Words & Images by: Aaron Lafont
North Mississippi Allstars/Alvin Youngblood Hart :: 02.22.08 :: Tipitina's :: New Orleans, LA
On their latest trip down the Freedom Highway, the North Mississippi Allstars took fellow folk, bluesman, Alvin Youngblood Hart along for a hot, rambling ride deep into the depths of the Delta. Emerging near the mouth of the Mississippi, they stopped in at Tipitina's to deliver a homespun revival for a faithful New Orleans bunch eagerly awaiting the call to "Shake 'Em on Down."
Hart rung in the ceremony, unfurling a harrowing set of low, stripped down, raw, hill country hymns. Summoning the spirits of the past, his haunting moans and howling guitar licks echoed throughout the hall and called forth tales of Junior Kimbrough, Henry James Townsend, and Mississippi Fred McDowell. North Miss Allstar Luther Dickinson joined Hart for a few tunes, including a stirring interpretation of the folk staple "How Long Before I Change My Clothes," a track previously exhumed by Hart on his 2002 release, Down in the Alley, and most recently performed by him in the Denzel Washington film, The Great Debaters. Before handing the reins over to NMA, Hart closed with a crackling take on Leadbelly's "Gallow's Pole."
As the crowd gathered in tight around the stage and the onlookers standing above along the balcony peered over the edges, the North Mississippi Allstars slid into the southern rock turns of "Write Me a Few Lines" before settling onto the heavy hooks of "Keep the Devil Down" from their recent album, Hernando. Though only officially released one month ago, not only did many of Hernando's tunes make their way into the setlist, they also sparked some of the evening's liveliest moments, tapping into the band's country boogie and providing a solid base to contrast with and heighten the intensity of their raucous, freewheeling, psychedelic blues. Early on, "Someday Baby" bit the brawny lip of rock while the familiar shuffle of "Drop Down Mama" fell right into the fiery pulse of Hernando's "Take Yo Time Rodney." New honky-tonk, barnburner "Shake" settled perfectly into the crowd pleasing jam, "Goin' Down South." Other highlights drawn from the new album included the Chris Chew (bass) led cover of native New Orleans' blues master Champion Jack Dupree's "I'd Love To Be a Hippy" and the twangy, uptempo "Mizzip" led by drummer, Cody Dickinson.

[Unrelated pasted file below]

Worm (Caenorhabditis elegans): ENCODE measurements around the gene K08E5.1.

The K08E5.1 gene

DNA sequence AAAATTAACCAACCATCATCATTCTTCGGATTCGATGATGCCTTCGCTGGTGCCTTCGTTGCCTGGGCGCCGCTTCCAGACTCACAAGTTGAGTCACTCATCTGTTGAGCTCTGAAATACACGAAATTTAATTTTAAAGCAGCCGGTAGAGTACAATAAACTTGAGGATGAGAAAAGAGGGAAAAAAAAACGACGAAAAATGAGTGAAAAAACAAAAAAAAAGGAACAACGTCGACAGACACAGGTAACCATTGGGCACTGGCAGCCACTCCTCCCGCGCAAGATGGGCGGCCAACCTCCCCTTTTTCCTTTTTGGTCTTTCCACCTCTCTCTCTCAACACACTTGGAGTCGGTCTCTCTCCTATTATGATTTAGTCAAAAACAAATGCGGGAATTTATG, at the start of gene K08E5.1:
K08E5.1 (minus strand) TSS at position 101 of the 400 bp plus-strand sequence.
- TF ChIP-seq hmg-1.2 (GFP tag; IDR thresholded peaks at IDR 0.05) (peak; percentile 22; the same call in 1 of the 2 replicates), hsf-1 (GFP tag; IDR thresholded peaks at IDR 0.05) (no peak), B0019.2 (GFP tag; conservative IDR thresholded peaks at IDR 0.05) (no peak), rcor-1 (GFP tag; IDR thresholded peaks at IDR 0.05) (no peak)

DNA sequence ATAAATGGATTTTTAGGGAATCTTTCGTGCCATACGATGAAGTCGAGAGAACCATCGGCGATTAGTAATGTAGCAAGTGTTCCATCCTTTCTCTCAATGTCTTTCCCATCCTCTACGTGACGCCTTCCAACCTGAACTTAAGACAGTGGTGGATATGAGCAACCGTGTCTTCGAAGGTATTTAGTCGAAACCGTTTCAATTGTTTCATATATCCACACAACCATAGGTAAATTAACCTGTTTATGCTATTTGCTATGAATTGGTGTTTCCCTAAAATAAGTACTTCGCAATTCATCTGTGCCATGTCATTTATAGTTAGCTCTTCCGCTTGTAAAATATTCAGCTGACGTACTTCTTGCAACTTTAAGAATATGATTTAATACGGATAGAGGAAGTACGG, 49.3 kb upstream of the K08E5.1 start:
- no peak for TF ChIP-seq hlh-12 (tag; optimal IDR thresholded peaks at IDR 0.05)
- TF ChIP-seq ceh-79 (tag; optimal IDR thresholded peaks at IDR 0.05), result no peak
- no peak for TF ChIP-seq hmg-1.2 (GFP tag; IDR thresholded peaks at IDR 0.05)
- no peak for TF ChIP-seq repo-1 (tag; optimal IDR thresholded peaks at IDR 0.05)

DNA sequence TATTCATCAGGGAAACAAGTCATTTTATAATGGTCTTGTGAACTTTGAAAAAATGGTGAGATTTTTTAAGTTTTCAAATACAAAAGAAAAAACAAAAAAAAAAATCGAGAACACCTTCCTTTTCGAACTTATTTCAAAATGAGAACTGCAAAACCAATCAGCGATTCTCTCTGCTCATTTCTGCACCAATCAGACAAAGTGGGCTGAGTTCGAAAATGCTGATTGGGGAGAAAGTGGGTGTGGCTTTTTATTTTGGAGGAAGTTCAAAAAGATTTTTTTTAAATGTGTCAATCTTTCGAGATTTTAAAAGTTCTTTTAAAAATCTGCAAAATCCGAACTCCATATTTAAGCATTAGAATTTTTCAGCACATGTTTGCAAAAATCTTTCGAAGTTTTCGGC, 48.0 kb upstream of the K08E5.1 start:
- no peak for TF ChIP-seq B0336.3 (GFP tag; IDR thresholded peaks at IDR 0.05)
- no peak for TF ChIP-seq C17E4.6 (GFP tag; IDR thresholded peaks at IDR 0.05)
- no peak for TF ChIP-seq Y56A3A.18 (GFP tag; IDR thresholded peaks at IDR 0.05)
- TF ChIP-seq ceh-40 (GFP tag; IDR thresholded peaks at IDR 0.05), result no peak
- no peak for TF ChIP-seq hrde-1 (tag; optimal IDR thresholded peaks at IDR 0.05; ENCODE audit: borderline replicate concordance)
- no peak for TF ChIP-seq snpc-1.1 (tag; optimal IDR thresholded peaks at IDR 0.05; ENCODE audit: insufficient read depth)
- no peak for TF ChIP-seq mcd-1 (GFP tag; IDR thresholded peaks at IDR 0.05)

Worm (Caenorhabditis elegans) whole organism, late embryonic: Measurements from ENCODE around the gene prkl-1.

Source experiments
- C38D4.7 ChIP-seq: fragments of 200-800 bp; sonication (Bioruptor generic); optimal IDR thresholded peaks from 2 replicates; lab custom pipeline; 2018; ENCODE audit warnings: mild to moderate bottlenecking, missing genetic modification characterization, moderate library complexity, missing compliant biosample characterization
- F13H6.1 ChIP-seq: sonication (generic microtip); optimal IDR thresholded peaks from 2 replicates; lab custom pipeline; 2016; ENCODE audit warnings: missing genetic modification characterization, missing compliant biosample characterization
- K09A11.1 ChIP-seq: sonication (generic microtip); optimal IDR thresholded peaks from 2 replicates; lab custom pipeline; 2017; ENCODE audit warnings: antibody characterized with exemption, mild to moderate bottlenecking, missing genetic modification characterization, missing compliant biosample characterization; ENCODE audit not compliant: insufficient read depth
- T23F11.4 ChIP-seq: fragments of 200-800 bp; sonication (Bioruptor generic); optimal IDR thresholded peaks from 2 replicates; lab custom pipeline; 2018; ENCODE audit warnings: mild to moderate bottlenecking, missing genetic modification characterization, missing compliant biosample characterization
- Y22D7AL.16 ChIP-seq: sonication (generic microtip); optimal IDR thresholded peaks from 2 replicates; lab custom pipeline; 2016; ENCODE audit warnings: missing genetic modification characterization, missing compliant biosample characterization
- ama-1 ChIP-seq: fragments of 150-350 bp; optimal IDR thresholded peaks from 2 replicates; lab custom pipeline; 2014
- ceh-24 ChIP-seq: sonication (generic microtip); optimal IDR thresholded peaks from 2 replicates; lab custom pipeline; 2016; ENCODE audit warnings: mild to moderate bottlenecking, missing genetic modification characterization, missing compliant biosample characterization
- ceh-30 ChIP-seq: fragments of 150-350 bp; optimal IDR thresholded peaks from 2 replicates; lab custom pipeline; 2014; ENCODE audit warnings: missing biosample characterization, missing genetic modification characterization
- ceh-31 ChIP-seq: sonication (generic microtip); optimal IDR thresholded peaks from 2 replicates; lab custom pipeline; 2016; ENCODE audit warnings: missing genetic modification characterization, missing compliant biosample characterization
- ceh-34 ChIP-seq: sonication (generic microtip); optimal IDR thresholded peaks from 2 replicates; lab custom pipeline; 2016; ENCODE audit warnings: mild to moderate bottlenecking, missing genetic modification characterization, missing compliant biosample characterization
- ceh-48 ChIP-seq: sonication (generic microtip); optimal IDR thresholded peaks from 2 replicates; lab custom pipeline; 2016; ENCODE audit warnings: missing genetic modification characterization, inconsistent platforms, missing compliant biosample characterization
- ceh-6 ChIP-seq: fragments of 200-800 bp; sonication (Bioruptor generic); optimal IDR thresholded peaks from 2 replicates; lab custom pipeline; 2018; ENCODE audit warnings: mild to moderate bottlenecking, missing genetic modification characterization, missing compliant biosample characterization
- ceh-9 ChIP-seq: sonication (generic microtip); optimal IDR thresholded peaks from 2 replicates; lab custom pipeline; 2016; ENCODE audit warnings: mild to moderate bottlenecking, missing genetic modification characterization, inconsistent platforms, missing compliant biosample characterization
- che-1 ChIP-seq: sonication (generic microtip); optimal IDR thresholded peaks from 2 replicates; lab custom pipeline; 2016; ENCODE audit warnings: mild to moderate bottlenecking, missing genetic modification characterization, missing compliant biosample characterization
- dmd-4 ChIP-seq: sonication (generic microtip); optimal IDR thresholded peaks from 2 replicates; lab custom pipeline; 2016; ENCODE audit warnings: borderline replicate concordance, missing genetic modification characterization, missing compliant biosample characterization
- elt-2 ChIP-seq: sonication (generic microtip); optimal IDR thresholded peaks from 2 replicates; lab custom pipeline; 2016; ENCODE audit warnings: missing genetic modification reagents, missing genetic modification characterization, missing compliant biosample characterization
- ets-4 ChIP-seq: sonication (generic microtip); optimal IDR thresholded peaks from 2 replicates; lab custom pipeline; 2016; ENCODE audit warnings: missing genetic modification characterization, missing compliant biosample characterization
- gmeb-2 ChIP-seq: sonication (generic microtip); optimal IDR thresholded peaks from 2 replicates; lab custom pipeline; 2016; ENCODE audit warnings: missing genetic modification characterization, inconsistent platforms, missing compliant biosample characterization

Luther & Hart :: 02.22 :: NOLA
From the onset, the Allstars had the near capacity crowd bobbing and hopping to their home cooked blend of juicy blues, finely aged folk and greasy roots rock. Besides their exceptional musicianship, perhaps the NMA's greatest attribute is their uncanny ability to transfer a shared sense of camaraderie to their listeners. With Luther's blistering guitar solos weaving in and out of Big Chew's loose, meaty bass riffs and Cody's high energy, feel good beats, the NOLA crowd was left with no other option but to get down and dirty.
After turning the gospel leanings of "Horseshoe" into an impromptu, celebratory take on the city favorite "When the Saints Go Marching In," the Allstars had everyone ready to cut loose to the raggedy grit of "Po Black Maddie" and "Skinny Woman." Following a guitar showcase featuring brothers Luther and Cody, Hart joined them for a welcome sit-in that delivered an utterly chilling, unglued Hart-led rendition of the folk byway "In My Time Of Dying." Later, rising from the happy-go-luck chants of the Blues Brothers' anthem "Everybody Needs Somebody (To Love)," the Allstars lighted into "Meet Me in the City" before rolling through a unhinged version of "Snake Drive," complete with a wicked Tom Morello-like, pickup toggling solo, to end their set.
Leaving the crowd on their feet, chanting for more, the band were more than willing to serve up another heap of their southern fried fixings, as the rave antics of Cody's washboard melee, "Psychedelic Sex Machine," ushered in the encore. The cathartic, call and response of the blues ballad "Mean Ol' Wind" spread smiles across the room, and the hilltop rock of "Ship" primed the audience for the electrified broomstick and cigar box finale, "Mississippi Boll Weevil."
After years of earning their stripes on the road and honing their chops in the studio, the North Mississippi Allstars have established their footprint on the musical terrain, growing tighter with each show and more cohesive with each album. Collectively, these three country boys with an insatiable appetite for the blues coupled with a predisposition towards powerhouse rock have developed into more than just a good time band for a niche audience. They are a force to be reckoned with regardless of genre, promising joyous, soulful, thrilling experiences to all those inclined to partake.
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